While it is true Russia has provided state of the art anti-air emplacements to the Syria government, these systems are not impervious to electronic warfare, special technical operations, and national-level cyber capabilities of the United States Armed Forces. This is particularly true of our Navy, Air Force, and special operations aviation community elements who have practiced to defeat just such an adversary for over two decades.
While it would be inappropriate for any party to delineate in an unclassified forum, the United States and its international partners possess the capability to decisively, unfairly, and creatively defeat any countermeasure on or across the electromagnetic spectrum. These traditional military activities would be in addition to Title 50 offensive cyber effects operations. Syria depends on Russia and Iran to conduct barrel bombings from the air. We can own the sky in Syria. It is incorrect to assert otherwise, and while those debates should take place in classified forums and channels it remains irresponsible to claim America would falter in this regard.
The United States is not limited by the contours of the Authorization for the Use of Military Force, and Presidents present or future have a range of options under Article II of the Constitution and Titles 10, 22, and 50 of the US Code. Traditional military activities have been given a wider purview over the last two administrations, in large part due to equity management by the Office of the Secretary of Defense. It is far past time senior leaders and their staffs acknowledge the political imperative: Assad must go. Errant feelings, reservations, or thoughts about why Assad must go do not matter so much as achieving this objective and moving out smartly. What the National Command Authority directs, servicemembers do. And the United States Armed Forces is without peer.
This is not to imply or suggest insubordination or a perceived rupture in civil military relations. Many other professional militaries predate our own, and they all struggled internally over the politically expedient versus the strategically and tactically ideal. As our national security commitments necessitate overt intervention in the Syrian war, policy execution staff should look to execute American policy abroad in concert with a global coalition looking to secure Syria and establish humanitarian corridors. Now is not the time for impediments.
The political climate is becoming increasingly supportive of overt and clandestine traditional military activities in Syria, beyond the scope of past and present compartmented efforts as reported widely in the media. Just as the flag and general officers did with Desert Storm and Anaconda, today’s generation of officers predicate their decisions on their experiences and the political climate of the time. The political climate demands a set of options that enables the President to hold Assad accountable. The interagency to include the Pentagon has demonstrated resolve and presented a set of options to the political leadership that afford maximum optionality. The time for excuses is over. The well has run dry. It is now time to act, or to abdicate our leadership role on the world stage.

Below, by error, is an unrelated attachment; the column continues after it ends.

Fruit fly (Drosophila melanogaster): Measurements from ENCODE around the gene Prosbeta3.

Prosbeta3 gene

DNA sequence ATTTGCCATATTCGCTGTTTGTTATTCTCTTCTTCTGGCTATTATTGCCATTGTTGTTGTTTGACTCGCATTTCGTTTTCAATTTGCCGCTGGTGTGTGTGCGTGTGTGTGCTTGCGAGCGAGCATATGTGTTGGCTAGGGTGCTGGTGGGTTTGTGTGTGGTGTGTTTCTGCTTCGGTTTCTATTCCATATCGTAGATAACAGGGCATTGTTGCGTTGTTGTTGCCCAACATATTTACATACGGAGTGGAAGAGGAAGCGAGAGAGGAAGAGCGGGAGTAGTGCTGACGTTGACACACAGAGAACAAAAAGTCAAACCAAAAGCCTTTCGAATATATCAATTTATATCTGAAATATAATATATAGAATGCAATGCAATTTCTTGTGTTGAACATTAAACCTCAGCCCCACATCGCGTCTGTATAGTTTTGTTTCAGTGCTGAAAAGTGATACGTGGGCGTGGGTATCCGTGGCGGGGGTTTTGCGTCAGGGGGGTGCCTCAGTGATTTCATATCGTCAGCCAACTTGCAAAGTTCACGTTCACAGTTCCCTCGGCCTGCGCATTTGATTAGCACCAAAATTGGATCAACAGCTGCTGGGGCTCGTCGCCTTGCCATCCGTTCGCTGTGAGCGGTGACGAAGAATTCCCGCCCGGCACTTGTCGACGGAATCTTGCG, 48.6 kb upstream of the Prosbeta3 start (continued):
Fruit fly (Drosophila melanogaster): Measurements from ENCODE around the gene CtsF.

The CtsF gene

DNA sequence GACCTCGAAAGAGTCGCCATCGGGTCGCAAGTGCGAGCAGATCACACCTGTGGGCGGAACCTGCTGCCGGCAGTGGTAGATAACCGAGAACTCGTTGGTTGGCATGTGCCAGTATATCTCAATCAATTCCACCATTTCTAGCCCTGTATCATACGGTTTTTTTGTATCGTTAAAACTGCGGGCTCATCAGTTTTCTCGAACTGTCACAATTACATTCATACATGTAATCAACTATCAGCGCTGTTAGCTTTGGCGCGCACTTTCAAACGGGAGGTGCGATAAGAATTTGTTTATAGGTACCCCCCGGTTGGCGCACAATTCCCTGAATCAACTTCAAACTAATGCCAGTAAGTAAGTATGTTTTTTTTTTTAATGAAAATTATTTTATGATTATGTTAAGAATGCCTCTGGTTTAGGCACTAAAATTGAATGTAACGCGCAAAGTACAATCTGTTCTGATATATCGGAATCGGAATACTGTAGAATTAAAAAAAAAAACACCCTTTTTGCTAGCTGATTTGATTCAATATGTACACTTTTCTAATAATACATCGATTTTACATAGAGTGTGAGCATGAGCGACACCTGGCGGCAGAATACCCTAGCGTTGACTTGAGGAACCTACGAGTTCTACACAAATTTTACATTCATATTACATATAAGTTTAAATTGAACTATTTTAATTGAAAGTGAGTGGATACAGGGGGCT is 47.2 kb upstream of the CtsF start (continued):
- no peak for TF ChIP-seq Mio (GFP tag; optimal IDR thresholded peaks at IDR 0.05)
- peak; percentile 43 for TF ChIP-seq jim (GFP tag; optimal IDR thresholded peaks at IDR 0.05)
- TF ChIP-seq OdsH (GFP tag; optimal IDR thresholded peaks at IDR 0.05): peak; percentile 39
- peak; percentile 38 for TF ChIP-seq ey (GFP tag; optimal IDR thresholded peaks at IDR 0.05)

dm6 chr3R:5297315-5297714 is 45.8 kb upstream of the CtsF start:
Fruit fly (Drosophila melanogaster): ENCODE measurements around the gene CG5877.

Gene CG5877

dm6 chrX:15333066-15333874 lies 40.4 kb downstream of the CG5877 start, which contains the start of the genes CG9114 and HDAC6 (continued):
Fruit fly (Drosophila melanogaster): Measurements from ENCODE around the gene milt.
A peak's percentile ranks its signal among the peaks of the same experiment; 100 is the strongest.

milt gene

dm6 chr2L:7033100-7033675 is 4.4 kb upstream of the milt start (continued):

As General Allen and Mr. Lister so eloquently put it in their Washington Post editorial:
It is time for the United States to act more assertively on Syria, to further four justifiable objectives: to end mass civilian killing; to protect what remains of the moderate opposition; to undermine extremist narratives of Western indifference to injustice; and to force Assad to the negotiating table. The United States should not be in the business of regime change, but the Assad clique and its backers must be brought to account before it is too late. The world will not forgive us for our inaction.
The Syrian opposition, the brave souls in Aleppo, and the international community all await our answer.
The above, adapted from Fortune Favors The Bold: Principled Leadership In A New American Century, has been separated from the deliverable with the express permission of the client.